Letter from the President
I want to start my tenure as President of the SED by thanking Tim Kehoe for doing an amazing job over the last three years. He oversaw the organization of two very successful meetings in Edinburgh and Mexico, and next year’s meeting in St. Louis, which also promises to be a great event. During Tim‘s time as President, we have seen the visibility of the Society grow along with the number of submissions for the summer meeting. Tim has also expanded the presence of SED at the winter ASSA meetings by adding a third session. Of course, Tim and I both have the great fortune to have Marina Azzimonti as Secretary and Erwan Quintin as Treasurer. Marina and Erwan will continue in their roles during my three years as President and should take the credit for any successes.
For those of you attending the 29th Meeting of the SED in Mexico City at the Insituto Tecnologico Autonomo de Mexico this past June, you already know that it was a resounding success. David Lagakos and Guillermo Ordoñez co-chaired the program committee while Diego Domínguez, Germán Rojas, and Carlos Urrutia literally ran around nonstop making sure all of the local arrangements appeared seamless. The plenary speeches given by Joseph Altonji, Enrique Mendoza, and Nancy Stokey are now up online for anyone who might have missed them. I want to especially thank Enrique Mendoza who did double duty by giving one of the SED plenary talks and by participating in a pre-SED conference sponsored by the Banco de Mexico and organized by Diego Domínguez and Jessica Roldan. Events such as these help us to finance other activities like the spectacular gala dinner in the historic part of the city and the taquiza party and artisanal mezcal tasting. Add in a mariachi band and it is a fitting goodbye party marking the end of Tim‘s presidency.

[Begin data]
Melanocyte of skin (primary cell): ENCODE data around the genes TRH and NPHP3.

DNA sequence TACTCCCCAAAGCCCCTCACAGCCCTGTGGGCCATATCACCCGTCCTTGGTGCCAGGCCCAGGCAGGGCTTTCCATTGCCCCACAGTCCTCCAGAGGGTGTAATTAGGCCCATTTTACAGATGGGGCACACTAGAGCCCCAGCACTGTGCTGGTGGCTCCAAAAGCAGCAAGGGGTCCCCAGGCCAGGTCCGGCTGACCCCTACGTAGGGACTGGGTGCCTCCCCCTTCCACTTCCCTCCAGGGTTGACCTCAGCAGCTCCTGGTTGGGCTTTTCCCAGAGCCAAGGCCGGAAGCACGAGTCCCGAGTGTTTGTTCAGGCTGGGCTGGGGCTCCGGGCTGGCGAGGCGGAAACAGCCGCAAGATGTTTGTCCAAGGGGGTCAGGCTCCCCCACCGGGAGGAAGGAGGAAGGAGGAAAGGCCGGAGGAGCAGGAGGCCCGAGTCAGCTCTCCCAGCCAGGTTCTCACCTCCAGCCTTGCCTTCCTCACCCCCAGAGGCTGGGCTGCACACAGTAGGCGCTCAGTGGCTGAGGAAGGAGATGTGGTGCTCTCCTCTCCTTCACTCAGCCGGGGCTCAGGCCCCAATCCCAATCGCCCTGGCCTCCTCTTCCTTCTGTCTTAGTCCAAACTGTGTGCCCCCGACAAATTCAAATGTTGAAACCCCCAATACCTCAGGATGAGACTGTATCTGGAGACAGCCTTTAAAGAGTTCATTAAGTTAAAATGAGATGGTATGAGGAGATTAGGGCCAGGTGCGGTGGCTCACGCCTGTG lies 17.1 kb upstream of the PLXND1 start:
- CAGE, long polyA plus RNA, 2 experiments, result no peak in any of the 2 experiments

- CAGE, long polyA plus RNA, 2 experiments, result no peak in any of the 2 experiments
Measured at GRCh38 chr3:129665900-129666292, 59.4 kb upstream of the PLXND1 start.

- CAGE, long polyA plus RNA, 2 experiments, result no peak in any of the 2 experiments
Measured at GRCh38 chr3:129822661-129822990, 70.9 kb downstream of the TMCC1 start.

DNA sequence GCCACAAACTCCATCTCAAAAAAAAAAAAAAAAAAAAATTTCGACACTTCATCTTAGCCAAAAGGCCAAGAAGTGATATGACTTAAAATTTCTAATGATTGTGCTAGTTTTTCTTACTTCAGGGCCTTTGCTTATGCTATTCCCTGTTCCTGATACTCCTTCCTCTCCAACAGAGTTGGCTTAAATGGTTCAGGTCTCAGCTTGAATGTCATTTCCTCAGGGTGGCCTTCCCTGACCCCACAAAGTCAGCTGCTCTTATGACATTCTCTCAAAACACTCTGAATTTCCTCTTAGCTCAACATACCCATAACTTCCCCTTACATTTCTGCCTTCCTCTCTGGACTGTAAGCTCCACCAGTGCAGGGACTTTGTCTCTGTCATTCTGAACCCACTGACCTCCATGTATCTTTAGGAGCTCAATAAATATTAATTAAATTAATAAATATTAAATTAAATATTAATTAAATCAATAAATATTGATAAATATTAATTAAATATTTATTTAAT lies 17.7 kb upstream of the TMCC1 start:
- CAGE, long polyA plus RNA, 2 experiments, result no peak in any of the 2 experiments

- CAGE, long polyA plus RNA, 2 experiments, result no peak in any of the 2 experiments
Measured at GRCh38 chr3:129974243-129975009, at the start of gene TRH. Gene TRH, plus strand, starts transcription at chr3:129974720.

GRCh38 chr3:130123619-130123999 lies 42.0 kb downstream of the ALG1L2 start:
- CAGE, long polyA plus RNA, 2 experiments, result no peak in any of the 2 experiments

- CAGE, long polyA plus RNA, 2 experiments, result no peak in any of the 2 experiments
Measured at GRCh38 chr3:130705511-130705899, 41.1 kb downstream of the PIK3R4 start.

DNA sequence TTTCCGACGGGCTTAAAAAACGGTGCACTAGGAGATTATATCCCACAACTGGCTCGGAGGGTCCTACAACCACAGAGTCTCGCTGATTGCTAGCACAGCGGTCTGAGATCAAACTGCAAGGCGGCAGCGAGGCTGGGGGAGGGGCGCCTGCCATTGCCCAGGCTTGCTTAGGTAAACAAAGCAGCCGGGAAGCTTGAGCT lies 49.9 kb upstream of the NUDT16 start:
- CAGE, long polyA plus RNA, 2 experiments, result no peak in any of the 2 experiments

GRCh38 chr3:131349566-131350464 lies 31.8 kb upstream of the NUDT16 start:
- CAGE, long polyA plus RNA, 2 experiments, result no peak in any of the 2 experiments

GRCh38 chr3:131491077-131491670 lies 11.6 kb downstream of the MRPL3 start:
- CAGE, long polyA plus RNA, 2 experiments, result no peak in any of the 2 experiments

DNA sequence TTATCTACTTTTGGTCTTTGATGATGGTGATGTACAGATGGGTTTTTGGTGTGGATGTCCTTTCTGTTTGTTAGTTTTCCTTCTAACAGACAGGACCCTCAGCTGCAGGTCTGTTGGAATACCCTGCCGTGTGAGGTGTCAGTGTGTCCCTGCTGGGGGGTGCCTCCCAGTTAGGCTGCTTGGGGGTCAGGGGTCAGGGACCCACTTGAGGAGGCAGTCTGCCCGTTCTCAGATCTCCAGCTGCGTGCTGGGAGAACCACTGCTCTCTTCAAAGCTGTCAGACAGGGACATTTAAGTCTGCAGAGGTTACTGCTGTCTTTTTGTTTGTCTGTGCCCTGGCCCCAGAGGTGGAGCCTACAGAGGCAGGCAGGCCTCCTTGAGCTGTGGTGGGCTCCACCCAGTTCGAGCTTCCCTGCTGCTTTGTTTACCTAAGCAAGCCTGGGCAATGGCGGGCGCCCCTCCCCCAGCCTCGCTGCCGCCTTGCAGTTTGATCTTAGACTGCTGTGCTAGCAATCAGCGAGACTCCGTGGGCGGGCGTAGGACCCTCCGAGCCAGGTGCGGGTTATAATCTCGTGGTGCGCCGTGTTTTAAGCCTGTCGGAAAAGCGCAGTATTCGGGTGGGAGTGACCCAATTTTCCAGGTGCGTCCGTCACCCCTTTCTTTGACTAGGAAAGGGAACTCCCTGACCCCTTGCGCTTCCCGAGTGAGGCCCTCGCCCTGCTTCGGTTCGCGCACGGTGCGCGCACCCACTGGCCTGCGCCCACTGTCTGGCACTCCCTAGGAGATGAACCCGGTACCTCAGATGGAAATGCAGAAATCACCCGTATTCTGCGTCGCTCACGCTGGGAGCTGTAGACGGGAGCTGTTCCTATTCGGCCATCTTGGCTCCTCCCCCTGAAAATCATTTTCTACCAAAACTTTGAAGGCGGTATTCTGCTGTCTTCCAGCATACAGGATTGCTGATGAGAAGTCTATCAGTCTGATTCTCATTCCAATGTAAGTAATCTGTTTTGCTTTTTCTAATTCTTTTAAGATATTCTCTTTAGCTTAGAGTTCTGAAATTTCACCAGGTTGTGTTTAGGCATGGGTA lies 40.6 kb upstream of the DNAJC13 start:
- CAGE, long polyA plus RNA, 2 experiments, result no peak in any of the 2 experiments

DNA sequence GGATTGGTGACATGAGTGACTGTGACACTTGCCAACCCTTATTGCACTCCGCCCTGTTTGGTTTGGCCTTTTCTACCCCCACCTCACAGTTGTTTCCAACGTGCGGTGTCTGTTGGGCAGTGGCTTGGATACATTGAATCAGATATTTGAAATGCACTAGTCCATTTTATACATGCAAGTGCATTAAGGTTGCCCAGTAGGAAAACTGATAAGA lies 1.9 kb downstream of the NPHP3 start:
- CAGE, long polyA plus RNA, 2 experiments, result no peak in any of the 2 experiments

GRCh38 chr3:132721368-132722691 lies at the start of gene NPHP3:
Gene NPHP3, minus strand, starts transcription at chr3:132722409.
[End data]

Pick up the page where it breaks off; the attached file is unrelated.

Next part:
Next year we will be in St Louis for our 30th meeting, which will take place on the Washington University in St. Louis campus June 27-29, with a pre-conference event and reception at the Federal Reserve Bank of St. Louis on June 26. These events will be sponsored jointly by Washington University in St. Louis and the Federal Reserve Bank of St. Louis. The local organizing team is headed by Carlos Garriga, Rody Manuelli, B Ravikumar, and Chris Waller, a group that has much combined experience arranging events of the size and caliber of the SED. Look for announcements on our website and make sure to submit papers by February 15, 2019. I am pleased that Marla Ripoll and Sevin Yeltekin have agreed to serve as Co-Chairs of the Program Committee and equally pleased to announce that they have recruited Laura Veldkamp, Emmanuel Farhi, and Jan Eeckhout as next year’s plenary speakers.
In other news, I am very happy to announce that the 31st meeting will be held at the Universitat Autonoma in Barcelona. The dates for the meeting are scheduled to be June 21 to 23. The last day coincides with the celebration in honor of San Joan, a day that is very special in the city of Barcelona. This will be our second time there. The last time was 1995 when Ed Prescott was President and Ramon Marimon (also a past president) was program chair. I am also working on other exciting venues for the 2021 and 2022 meetings. Stay tuned for more on that.
For all of you attending the 2019 ASSA Meetings in January, be sure to check out the three SED-sponsored sessions taking place in the Hilton Atlanta: “Markups, Consumption and Market Concentration” organized by Arlene Wong (8-10, January 4) “Macroeconomics and Heterogeneity” organized by Adrien Auclert (10:15-12:15, January 4), and “Productivity, Technical Change, and Public Policies” organized by Stefanie Stantcheva (8-10, January 5). I also want to thank Larry Christiano who has been overseeing the organization of the winter sessions for many years. Each year, he manages to find the best and brightest young people to put together sessions that liven up the ASSA meetings.
I look forward to seeing all of you in St. Louis.